Shakespeare, Austen, Capote, Hardy, Grisham, King: Movies adapted from literature both classic and pop are almost as common these days as films in which the hero accesses secret information on a computer screen. This fall’s crop of book-to-film translations is of reasonable quality. There are no howlers like Demi Moore’s The Scarlet Letter, and a few performances are great. So why read?
A sampling of four current book-movie combos provides four good reasons.
Literary lyricism! Truman Capote published The Grass Harp in 1951, basing the central character of the gentle, whimsical spinster, Dolly Talbo, on his elderly cousin Miss Sook Faulk, who made the author’s lonely childhood in Alabama tolerable. ”She was one of those people who can disguise themselves as an object in the room, a shadow in the corner, whose presence is a delicate happening,” Capote wrote. In Charles Matthau’s dainty movie telling, we see Dolly’s birdy lovability in Piper Laurie’s soft movements, and we see many pretty shots of the wind waving through the singing grass. The cast is A list — including Walter Matthau (the director’s father), Sissy Spacek, Jack Lemmon, and Edward Furlong. But how can Roddy McDowall’s star turn as the local barber, for instance, live up to Capote’s description: ”A little monkeyman who had to stand on a box to cut your hair, he was agitated and chattery as a pair of castanets.” Read the book; you’ll savor more.
Story development! Characters don’t come more troubled or psychologically complex than Jude Fawley and Sue Bridehead, the suffering couple in Thomas Hardy’s Jude the Obscure. His dreams of scholarship thwarted, tricked into marrying a local pig farmer’s daughter, and living with his cousin Sue out of wedlock, Jude lives a miserable life in the face of societal disapproval. Sue, meanwhile, is a tortured woman who loves unorthodoxy but is afraid of sex. She thinks she’s a freethinker, until tragedy turns her into a deadened conformist. Christopher Eccleston and Kate Winslet make a fine Jude and Sue in Jude the movie, but the filmmakers have pared the novel’s scope considerably. See only the movie, and you’ll never know that Jude remarries his first wife and turns to drink. Or that Sue returns to her husband. Read the book; you’re entitled to the whole story.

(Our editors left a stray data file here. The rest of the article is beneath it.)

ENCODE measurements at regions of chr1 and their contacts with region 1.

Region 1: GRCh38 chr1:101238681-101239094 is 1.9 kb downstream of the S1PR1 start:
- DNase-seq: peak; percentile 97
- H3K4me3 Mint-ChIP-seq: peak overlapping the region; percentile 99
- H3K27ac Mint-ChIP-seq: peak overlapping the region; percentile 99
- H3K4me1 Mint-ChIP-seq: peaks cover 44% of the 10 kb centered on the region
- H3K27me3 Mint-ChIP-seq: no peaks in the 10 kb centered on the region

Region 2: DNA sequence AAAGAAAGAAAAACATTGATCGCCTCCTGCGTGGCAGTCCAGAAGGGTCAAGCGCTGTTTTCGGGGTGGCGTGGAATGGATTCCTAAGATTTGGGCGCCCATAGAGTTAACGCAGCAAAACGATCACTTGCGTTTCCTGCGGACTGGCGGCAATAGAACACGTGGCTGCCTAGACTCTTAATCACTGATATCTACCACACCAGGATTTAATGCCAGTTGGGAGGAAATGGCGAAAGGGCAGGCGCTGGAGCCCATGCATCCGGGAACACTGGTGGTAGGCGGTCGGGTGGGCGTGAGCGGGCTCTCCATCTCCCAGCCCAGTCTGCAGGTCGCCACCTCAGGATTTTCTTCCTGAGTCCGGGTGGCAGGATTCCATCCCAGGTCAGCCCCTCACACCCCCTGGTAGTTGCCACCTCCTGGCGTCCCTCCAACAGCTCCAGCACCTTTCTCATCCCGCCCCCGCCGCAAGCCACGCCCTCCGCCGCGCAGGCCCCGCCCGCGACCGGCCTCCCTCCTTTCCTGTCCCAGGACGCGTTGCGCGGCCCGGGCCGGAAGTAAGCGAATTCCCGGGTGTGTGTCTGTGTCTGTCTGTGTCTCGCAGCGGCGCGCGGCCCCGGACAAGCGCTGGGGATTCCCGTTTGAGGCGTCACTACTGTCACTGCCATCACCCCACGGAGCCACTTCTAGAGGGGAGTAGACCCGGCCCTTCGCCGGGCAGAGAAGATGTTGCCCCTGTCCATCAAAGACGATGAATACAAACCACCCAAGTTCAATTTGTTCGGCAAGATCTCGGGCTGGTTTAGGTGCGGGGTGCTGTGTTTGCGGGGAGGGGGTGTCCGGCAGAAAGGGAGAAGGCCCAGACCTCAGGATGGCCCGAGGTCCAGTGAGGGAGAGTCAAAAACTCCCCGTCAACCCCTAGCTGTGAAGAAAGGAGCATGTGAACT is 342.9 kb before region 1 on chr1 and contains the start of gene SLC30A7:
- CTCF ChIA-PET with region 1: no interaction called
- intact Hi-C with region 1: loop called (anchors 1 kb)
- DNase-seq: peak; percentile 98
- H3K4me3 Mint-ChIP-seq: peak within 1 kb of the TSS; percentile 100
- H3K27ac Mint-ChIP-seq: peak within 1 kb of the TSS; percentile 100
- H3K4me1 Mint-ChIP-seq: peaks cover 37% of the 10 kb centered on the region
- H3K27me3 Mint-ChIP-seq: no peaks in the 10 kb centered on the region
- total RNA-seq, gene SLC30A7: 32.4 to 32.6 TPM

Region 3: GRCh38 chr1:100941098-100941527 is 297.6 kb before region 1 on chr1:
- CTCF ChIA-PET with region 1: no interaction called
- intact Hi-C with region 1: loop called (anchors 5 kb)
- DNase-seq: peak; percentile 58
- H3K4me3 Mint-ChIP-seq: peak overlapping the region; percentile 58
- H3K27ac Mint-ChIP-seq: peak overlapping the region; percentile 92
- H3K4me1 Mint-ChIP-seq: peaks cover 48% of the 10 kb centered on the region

Plot logic! Let’s not go crazy here; this is John Grisham we’re talking about, and the movie version of The Chamber carries about equal weight as his machine-made high-stakes legal thriller. But on the page, the story of Klansman Sam Cayhall’s crime (a bomb kills two Jewish children), and the arrival of Sam’s grandson, Adam Hall, to defend him, unfolds with greater attention to detail, to conversation, and to a-follows-b logic. Family connections are strengthened. (Adam’s sister shows up.) Religious repentance is allowed. Read the book; stuff gets explained.
Sex! Olivia Goldsmith sold The First Wives Club to the movies before she sold it to a publisher; it was only after Sherry Lansing at Paramount optioned the manuscript that publishers got interested in what became a dishy best-seller in 1992, and is now this fall’s movie hit (and a best-seller — again). Robert Harling’s screenplay, tweaked by Paul Rudnick, is peachy, but Goldsmith’s wicked Screw you! fantasy novel is equally rich. You can take it into the tub with you. And best of all, you can read the sexy subplots that never made it to the screen, like Elise’s affair with a younger man. Read the book; it’s full of naughty bits that’ll fire your imagination. And isn’t that what literature is all about?